Our recent far-ranging conversation with First Second editorial director Mark Siegel covered not only the reaction to the National Book Award nomination for American Born Chinese (see 'First Second's Mark Siegel on 'American Born Chinese'') and sales on the first year's books (see 'First Second Response 'Better than I Had Imagined''), but also a look ahead to the company's 2007 releases. 


Let's talk about 2007.

I've been told I talk too much about the future, but I'd be happy to.  I just bumped into an editor from another floor in the elevator who said, 'I just got a peak at The Professor's Daughter. I think it's the most beautiful graphic novel in existence.'  That was very cool and I would agree it's phenomenal.  The script is by Joann Sfar and the artwork is by Guibert. They worked in reverse where Guibert was writing and Joann was drawing for Sardine, for example.  On this one they switched roles.  It's magnificent and it's also a very romantic story set in Victorian London.  This professor's daughter falls in love with a 3,000 year mummy.  It's really goofy but I think it's going to reach all different kinds of people.  So that's one thing coming.


I mentioned also Tiny Tyrant, which is the next by Lewis Trondheim; he's one of the French star authors as well.  That's a young 10 or 11 year-old boy story, I think.  The premise is 'what if the most powerful man in the nation was a spoiled brat?'


We have Garage Band by Gipi; he's probably the greatest living Italian cartoonist at the moment.  In terms of the sheer artistry of his work, you'd have to go back to Hugo Pratt to find someone of his stature.  It's a really good book; really good adolescent angst kind of book, with these four kids in a garage band.  They blow an amp and get into a whole load of trouble trying to replace it.  It's a really strong story.


We've got the second installment of The Lost Colony.  That story has got legs and it's going to grow as a series.  It has a very significant fan base. We actually have interest in that particular series from all different quarters at the moment for licensing and rights.  


We also have Eddie Campbell's The Black Diamond Detective Agency which is based on a screenplay.  Now that's going to be one of our big titles we're rolling out for spring '07.  That's a screenplay we bought from Wonderland Films, but then Eddie Campbell really did his thing on it.  He took it and ran and twisted it and made his own and quite amazing.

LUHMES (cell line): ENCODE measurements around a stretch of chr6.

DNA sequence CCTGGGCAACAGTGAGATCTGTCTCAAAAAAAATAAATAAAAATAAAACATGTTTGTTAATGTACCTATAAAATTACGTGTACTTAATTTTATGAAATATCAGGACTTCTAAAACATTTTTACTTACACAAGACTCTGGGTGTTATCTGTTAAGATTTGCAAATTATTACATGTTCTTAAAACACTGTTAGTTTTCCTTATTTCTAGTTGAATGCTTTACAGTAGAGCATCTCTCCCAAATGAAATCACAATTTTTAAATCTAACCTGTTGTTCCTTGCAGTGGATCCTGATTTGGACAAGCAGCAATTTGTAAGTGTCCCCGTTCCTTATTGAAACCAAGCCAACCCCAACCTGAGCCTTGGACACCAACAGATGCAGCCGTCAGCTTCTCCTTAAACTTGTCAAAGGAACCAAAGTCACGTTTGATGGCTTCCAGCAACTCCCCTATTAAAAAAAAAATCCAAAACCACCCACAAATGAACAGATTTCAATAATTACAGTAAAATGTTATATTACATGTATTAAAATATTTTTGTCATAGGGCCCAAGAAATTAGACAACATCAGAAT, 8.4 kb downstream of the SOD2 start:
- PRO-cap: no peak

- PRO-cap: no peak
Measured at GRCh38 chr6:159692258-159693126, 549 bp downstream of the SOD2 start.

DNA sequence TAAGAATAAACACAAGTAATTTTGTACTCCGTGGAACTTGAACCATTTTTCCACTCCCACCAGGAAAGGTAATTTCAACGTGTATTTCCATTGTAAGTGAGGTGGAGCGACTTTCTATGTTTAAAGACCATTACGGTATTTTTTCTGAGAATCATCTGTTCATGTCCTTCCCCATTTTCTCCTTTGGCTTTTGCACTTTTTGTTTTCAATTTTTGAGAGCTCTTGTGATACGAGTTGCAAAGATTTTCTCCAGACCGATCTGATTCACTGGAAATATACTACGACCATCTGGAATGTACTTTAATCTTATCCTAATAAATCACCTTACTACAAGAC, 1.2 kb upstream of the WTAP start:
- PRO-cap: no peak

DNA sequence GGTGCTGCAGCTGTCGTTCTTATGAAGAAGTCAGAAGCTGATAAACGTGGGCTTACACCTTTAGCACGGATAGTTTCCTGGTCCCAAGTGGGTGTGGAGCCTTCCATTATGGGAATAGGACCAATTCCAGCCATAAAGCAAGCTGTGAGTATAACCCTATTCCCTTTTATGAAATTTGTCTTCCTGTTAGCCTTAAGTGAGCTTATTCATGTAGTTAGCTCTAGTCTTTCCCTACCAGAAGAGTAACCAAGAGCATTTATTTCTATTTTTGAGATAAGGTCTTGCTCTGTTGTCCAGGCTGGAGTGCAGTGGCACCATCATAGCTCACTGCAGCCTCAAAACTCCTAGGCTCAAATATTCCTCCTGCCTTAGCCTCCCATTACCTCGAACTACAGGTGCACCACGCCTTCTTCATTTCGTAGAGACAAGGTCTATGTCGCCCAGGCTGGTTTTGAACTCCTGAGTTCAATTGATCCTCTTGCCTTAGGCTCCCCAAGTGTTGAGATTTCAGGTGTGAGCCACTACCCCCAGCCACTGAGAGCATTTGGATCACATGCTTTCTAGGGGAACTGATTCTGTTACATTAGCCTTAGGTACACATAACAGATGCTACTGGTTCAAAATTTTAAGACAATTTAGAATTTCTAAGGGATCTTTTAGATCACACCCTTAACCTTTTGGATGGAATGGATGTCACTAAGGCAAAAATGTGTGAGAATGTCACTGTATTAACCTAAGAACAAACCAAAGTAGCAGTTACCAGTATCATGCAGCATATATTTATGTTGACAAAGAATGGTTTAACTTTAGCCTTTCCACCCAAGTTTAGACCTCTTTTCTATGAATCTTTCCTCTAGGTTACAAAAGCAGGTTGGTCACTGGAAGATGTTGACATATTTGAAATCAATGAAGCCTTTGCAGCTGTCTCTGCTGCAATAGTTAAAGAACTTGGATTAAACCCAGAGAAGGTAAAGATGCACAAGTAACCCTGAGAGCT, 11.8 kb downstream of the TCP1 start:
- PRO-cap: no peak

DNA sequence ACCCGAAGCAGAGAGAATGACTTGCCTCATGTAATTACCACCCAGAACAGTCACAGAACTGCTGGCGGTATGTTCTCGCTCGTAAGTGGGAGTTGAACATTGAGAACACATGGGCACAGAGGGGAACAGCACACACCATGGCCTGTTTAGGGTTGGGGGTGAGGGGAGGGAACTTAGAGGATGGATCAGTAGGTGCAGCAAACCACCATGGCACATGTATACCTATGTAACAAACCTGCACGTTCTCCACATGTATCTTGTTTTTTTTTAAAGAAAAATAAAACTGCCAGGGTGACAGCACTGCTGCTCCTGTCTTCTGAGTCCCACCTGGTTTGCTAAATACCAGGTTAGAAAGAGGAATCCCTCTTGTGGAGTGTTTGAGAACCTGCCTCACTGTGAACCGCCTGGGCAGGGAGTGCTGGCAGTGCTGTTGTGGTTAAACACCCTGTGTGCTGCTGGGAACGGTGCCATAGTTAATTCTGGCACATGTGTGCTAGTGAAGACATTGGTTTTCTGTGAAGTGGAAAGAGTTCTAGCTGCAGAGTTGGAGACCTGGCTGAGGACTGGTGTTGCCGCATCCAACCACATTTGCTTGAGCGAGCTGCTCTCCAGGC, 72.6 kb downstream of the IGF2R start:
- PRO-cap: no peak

Then we've got a few things coming in fall.  I can mention three of them. One is Life Sucks, by Jessica Abel, and the art is by Warren Pleece. It's a queen of the vampires story, but it's much closer to Clerks than say Anne Rice.  Warren Pleece is from DC.  He's an incredibly talented British guy and he just did a beautiful job on this.  The last pages are being colored right now and it's gorgeous.  And it's a very, very tight script.  I think it's probably the best thing Jessica has ever written.


And there's one by Nick Abadzis -- he's another Brit.  The book is Laika, about the little dog that was sent up in Sputnik by the Soviet space program and is just sent off to die in space, really.  It's both a tear-jerker and a really incredible historical fiction piece.  All the characters are documented; he went to Moscow to research it.


The last one I should mention is Sara Varon.  She did Sweaterweather for Alternative Press, and then Chickens and Cats, which was a picture book for Scholastic.  This one is called Robot Dreams, which is a really enchanting wordless story.  It has this very sweet style; it's a robot and a dog and they go to the beach.  They're best of friends and they swim in the briny and then lay down in the sand and the robot rusts and can't move anymore (this is all in the opening scene) and the dog's basically abandoned his friend.  These two stories then split and they continue throughout the book.  What looks at first glance as a sweet, innocent, childlike story actually explores some real substance about  friendship, about betrayal, about guilt and feelings.  It's quite incredible stuff. I'm really curious to see how it's going to do.  It's an experiment for a true all-ages kind of book.


How many releases are you going to have in 2007?

We do 12 a year, typically. In fall 07, we may have one book that may be late, so it may be 11, but typically we're doing 12 a year.


Are you going to release them in batches like you did in '06?

No, the plan with that was always for the first year we would do two batches, really thinking about the mainstream booksellers and the chains and trying to find a way to carve our presence out and push back a bit of space for First Second.  But we're going to release them as two, two, and two.  So each of the seasons [Spring and Fall] is a three-month window where two books get released each month.